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[ Posted DECEMBER 10, 2004 ]
I was enchanted by this building the moment I saw it. The building's glass facade set on a diamond-grid reminds me a little of my other favorite building I saw this
year: Koolhaas' Seattle Public Library. Speaking of whom, I wonder how jealous Koolhaas is that neither of his Prada "epicenter" designs is remotely
as successful as this one by Herzog & de Meuron.
I love the way the random mix of convex, concave and flat glass panels generate a constantly changing perspective of the products and
the shoppers inside. It's as if each panel is another page in a live-action Prada catalog.
Taniguchi's Gallery of Horyuji Treasures
[ Posted OCTOBER 19, 2004 ]
For those of you not familiar with the new MoMA's architect, Yoshio Taniguchi, here are a few shots of a gallery he designed
a few years ago for the Tokyo National Museum. You can see some of the same elements he's using in the new MoMA.
Gehry's Stata Center
[ Posted SEPTEMBER 17, 2004 ]
I've been sitting on these photos for almost a month now. I think partly because I just wasn't that
excited by the building. It's a bit cluttered when you try to take the whole complex in at once. But
examined up close, it has its moments.
Before you jump to the gallery, I want to leave you with a quote that I read last year
by Hugh Pearman that neatly
sums up my feelings about Gehry:
Gehry has his detractors, usually people who are suspicious of the idea of architecture as sculpture. There does not
at first seem to be a lot of form-follows-function about his work. My own doubts about Gehry tend to build up over time
in this way—and then I go to see one of his buildings, and come away charmed. Gehry, who for the first half of his career had an utterly pragmatic grounding in reality working for big commercial firms of architects, has never lost that practical touch. Inside, his buildings work. They are not haphazard. Every space is thought through.
[ Posted JUNE 14, 2004 ]
This is the final update from last month's Pacific Northwest trip.
Ah Canada. Or should I say Oh Canada. Anyway, despite the close proximity to the U.S., I have not seen much of Canada until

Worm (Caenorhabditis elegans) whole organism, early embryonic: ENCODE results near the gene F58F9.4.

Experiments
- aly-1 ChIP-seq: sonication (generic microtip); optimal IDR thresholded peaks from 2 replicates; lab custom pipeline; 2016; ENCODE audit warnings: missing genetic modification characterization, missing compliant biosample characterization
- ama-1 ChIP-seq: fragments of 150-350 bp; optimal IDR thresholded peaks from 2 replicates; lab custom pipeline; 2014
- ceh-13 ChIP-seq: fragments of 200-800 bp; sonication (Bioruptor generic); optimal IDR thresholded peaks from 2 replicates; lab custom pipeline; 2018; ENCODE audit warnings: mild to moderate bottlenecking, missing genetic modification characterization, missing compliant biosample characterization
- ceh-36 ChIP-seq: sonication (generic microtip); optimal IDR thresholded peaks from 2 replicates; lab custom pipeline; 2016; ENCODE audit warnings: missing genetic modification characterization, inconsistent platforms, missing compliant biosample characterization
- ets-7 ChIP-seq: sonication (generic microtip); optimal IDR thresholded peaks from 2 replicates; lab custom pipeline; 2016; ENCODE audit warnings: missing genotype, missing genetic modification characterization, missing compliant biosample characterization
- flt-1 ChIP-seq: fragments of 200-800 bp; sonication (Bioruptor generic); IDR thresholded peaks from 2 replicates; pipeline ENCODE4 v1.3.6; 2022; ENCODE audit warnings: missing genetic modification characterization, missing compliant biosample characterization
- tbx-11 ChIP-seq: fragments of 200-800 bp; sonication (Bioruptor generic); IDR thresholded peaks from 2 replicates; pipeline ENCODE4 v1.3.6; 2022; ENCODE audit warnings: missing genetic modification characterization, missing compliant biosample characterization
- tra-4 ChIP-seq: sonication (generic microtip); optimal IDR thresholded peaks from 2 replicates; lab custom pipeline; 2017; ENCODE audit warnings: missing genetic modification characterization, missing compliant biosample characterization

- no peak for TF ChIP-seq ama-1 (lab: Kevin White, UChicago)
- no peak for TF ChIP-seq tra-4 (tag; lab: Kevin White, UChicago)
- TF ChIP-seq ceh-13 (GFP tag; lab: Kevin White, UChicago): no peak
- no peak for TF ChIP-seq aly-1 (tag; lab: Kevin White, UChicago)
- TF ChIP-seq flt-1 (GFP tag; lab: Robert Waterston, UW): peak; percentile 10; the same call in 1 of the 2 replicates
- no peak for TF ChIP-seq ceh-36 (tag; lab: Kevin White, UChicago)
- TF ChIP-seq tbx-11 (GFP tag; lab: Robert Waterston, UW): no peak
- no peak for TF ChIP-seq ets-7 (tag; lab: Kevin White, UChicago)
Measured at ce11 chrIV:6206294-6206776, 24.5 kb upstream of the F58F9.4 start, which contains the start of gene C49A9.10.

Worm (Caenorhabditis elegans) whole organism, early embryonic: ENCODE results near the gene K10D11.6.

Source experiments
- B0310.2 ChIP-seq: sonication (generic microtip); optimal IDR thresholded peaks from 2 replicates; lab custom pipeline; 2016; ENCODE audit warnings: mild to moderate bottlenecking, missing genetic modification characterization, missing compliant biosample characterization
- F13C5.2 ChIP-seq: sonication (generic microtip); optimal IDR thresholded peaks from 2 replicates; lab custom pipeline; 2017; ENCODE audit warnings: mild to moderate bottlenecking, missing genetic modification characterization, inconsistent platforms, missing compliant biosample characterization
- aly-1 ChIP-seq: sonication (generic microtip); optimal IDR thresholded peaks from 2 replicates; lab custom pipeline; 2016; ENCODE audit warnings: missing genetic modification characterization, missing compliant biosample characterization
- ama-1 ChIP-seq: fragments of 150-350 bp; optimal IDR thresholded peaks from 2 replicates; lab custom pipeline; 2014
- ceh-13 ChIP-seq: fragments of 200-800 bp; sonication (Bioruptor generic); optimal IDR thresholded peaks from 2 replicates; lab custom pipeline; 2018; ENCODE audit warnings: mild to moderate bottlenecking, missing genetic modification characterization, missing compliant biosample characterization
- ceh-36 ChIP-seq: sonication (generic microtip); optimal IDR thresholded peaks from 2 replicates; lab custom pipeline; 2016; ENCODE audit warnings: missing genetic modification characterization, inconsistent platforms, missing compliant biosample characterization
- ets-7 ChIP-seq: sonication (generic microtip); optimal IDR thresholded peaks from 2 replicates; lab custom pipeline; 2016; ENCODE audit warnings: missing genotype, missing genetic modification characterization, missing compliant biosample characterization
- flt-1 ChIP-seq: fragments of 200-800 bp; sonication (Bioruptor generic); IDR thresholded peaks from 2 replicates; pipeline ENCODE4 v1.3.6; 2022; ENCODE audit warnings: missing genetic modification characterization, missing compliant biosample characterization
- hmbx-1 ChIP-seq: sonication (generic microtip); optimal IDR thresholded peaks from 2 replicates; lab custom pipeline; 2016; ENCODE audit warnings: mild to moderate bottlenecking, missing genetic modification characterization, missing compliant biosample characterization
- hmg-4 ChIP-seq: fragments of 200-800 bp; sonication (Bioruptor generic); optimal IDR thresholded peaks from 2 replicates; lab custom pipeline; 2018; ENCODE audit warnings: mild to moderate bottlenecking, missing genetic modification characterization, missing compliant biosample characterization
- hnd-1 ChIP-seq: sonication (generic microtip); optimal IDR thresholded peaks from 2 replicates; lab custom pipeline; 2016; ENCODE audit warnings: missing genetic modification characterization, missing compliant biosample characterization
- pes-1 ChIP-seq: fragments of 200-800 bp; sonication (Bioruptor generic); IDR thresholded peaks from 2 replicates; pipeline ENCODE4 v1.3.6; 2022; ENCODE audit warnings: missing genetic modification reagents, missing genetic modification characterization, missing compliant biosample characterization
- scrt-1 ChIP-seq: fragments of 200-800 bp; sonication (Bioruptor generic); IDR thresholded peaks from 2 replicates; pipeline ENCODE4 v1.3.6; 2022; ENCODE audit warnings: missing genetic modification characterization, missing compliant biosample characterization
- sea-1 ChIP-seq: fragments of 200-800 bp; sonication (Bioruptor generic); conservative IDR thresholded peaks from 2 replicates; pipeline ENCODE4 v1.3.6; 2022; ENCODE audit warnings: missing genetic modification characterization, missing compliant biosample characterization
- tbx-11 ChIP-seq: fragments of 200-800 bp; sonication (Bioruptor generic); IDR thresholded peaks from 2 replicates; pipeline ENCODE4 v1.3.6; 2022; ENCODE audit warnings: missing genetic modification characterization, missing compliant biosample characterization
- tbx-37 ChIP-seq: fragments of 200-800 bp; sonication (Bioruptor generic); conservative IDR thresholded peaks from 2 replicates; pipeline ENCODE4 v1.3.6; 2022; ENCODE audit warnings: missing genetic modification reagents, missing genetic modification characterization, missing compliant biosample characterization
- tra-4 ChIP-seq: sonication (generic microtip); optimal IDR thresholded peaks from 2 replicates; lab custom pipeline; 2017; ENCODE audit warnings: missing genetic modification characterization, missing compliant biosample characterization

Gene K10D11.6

this trip. I've traveled extensively in the States, but never went anywhere north of the border other than Vancouver.
(Then again, I've never been south of the border either. Every time I think about it, I've really never been anywhere.)
I have finally taken a small, and long overdue, step towards exploring Canada.
[ Posted JUNE 10, 2004 ]
I didn't spend a whole lot of time in Seattle. And most of the time I was there I spent in the new library (I must've spent over 7 hours wandering in and around the building).
Here are a few shots from around downtown.
The Chapel of St. Ignatius
[ Posted JUNE 8, 2004 ]
Truth be told, this church didn't do anything for me (unlike Holl's Simmons Hall which
thrilled me to no end). But eh, I was there and I have these photos so here you go...
For an atheist I sure have been to a lot of churches and cathedrals.
Seattle Public Library
[ Posted JUNE 4, 2004 ]
I hate to say this, but Koolhaas has impressed the hell out of me. From the renderings and drawings of the building,
I was not prepared for the impact it would make on me in person (despite having read Muschamp's glowing review in the
New York Times where he went on and on about how great it is, but he says that about everything, so who knew?). This thing is huge, first of all. Yet, it manages to
hold your attention from every angle. The only other time I've been so turned on by
such a large building was Bilbao (small houses and churches excluded). And like Bilbao, this building needs to be seen in person to fully appreciate its brilliance.
On paper and in photographs, it doesn't look like much. Looks unreal, even—kind of like a rendering. But in person...
wow. Sounds cheesy, but it literally is a jewel in the middle of the city.
I thought Koolhaas' CCTV design looked awful (very "dalu" if you know what I'm saying), but now I can't wait to see it when it's completed in Beijing.
* * *
After my sojourn in Dallas last month, I spent the rest of May in the beautiful Pacific Northwest. Watch for
updates in the coming days of photographs from the region.
[ Posted MAY 13, 2004 ]
Spent a few days last week in the Dallas/Fort Worth area. Kahn and Ando
were of course the highlights, but there were other unexpected goodies.
The rodeo was interesting. Philip Johnson's little
Chapel of Thanksgiving was a pleasant surprise. And just wandering
the outskirts of Dallas was much fun.
[ Posted APRIL 27, 2004 ]